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Natural Dyeing with household food scraps and plants

PART 1 : I'm a little bit obsessed

It's not hard to be, when it comes to dyeing with plants and food scraps. The idea of using the whole plant really appeals to me. When it comes to avocados, you not only get to enjoy eating the flesh, but you can use the skins and pips to make a beautiful dye. We also go through onions, and eat at least one every day. Once I've taken the skin off, I save it and chop and cook the rest. There's no wastage. I love that! Whenever I'm in the garden, I look at the dye potential of everything! I have so many dyeing plans in the works: I want to grow and dye with coreopsis, madder, woad, passionfruit marigold (Tagetes lemmonii, aka "Mexican Marigold"), hollyhock, cornflower, and Amaranthus "hopi red dye". There's not enough hours in my weekend to do all that I want to do. I'm sure that many of us experience this. The key is to be prepared, so you can make the most of the time that you have.

The first thing to do is make sure you have the right basic gear. Obtaining gear does not have to be expensive. You can get a lot of the gear second-hand from op-shops, or from places like K-Mart and Trade-Me: 

  • a large dye-pot with lid (one that is stainless steel),
  • a heat-source/element,
  • tongs, 
  • large spoon, 
  • digital scale (with 1 gram increments). K-mart sells inexpensive ones
  • a thermometer (I use a candy thermometer), 
  • pH testing strips, 
  • resuable cable-ties
  • cotton or acrylic string to tie butterfly ties around the hank
  • a nearby water source and sink, 
  • gloves, 
  • old towels and cloths,
  • a drying rack or clothes-line. 
  • Also make sure you have adequate ventillation (you don't want to be breathing in fumes), so open those windows and doors. 

From here on in, your pot and utensils are to be used for dyeing only, not cooking as well. You also need protein-based (animal) fibre to dye with and a mordant to pre-mordant the yarn with (I use potassium aluminium sulfate/potash alum). I also use Cream of Tartar to hold the pH and assist with brightening the colour of the dye.

STEP TWO : EXTRACTING THE DYE (in this case, avocados!)

The key to extracting a fantastically pink colour is to raise the pH level of the water (ie. make it more alkaline). To do this we need washing soda (sodium carbonate, which can be bought from the laundry section at your local supermarket). In the meantime, kKeep those avocado skins and peels! You can either freeze them, or use them straight away. In a clean, large glass jar, place finely chopped avocado pips (at least 10-15) and/or cleaned peels (make sure all the green flesh is removed). The more the better. Pour over hot water until the large jar is three quarters full. Stir in washing soda a tablespoon at a time. Give it a good shake. After 5 minutes, test the pH level. Aim for a pH level of 10 or more. Don't hurry this step. You can see the colour coming out of the pips straight away, but to develop a great colour, it could take 2-3 weeks. Leave this jar on your kitchen bench, and give it a good shake periodically. It should be a lovely deep red colour.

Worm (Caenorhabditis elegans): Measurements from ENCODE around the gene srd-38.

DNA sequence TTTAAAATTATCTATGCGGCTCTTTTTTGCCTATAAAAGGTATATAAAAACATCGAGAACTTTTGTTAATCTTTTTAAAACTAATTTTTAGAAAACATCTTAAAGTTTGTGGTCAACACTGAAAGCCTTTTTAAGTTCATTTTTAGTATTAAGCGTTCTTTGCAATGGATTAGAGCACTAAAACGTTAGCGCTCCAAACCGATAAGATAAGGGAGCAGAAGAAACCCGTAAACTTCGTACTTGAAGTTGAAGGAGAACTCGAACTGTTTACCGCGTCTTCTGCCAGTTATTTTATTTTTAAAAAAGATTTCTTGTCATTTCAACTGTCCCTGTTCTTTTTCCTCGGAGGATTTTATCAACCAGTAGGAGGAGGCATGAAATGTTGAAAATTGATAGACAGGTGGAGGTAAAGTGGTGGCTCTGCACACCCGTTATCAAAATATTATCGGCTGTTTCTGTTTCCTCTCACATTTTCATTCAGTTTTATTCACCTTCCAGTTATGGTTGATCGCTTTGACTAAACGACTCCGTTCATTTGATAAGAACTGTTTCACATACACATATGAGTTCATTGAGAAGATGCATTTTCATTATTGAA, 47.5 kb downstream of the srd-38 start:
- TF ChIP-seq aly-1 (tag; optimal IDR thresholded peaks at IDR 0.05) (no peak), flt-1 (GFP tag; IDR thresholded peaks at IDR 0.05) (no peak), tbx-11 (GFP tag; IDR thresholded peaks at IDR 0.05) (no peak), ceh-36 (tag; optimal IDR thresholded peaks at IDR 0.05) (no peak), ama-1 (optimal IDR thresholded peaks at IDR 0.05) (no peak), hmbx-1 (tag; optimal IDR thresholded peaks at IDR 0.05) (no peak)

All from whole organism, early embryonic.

Mordanting is the most important process of preparing fibres to accept color. Using a mordant helps to ensure the most durable and long-lasting colors. Even before mordanting your yarn, you need to scour (wash) the wool  [I won't be talking about the scouring and pre-mordanting process here, but there are many fantastic resources out there, including the book Wild Colour by Jenny Dean and instructional websites such as Botanical Colours : Scouring Animal Fibers. There are also very informative You Tube channels such as Myra Made Color and Trudi Pollard, an Australian textile artist].

Once you have the gear, you can start preparations! I advise having pre-prepared skeins at the ready. A wooden niddy noddy is a good investment, but you don't need to buy one, but can construct one out of PVC pipes. If your yarn comes in a skein already, you can begin by pre-mordanting your yarn. 

Pour luke-warm water into a large pot. In a separate heat-proof container, measure 15 grams Alum for every 100g of wool you are going to dye, and 6 grams of Cream of Tartar for every 100g of wool you are planning to dye. (This is 15 grams Alum and is expressed as 15% WOF = Weight of Fibre and 6 grams Cream of Tartar expressed as 6% WOF). Add hot water and stir to dissolve. Add this disolved mixture to the luke-warm water in the large pot. Stir thoroughly. Then immerse the skein(s), making sure the fibre is submerged, and that there is room for the yarn to move in the pot. Apply heat, and hold the temperature to a level between 70 and 80 degrees celcius, and hold that temperature for one hour. The water should be steaming, but not bubbling. Keep the yarn submerged, and periodically gently use the cable-ties to alter the position of the yarn to ensure even coverage. Be careful not to agitate the skeins, otherwise you could cause felting and/or tangling the yarn. Be gentle with your motion (and also don't shock the yarn with sudden temperature changes, which can also cause felting).

Turn the heat off and allow the yarn to cool in the pot overnight. Squeeze out excess liquid, then when cool rinse in tap water of same temperature and squeeze again. Your yarn is now ready to dye! If you are not dyeing now you can keep it damp for a couple of days and dye it then, or dry the yarn and leave it for a future dye day.

Next up.... dye day!


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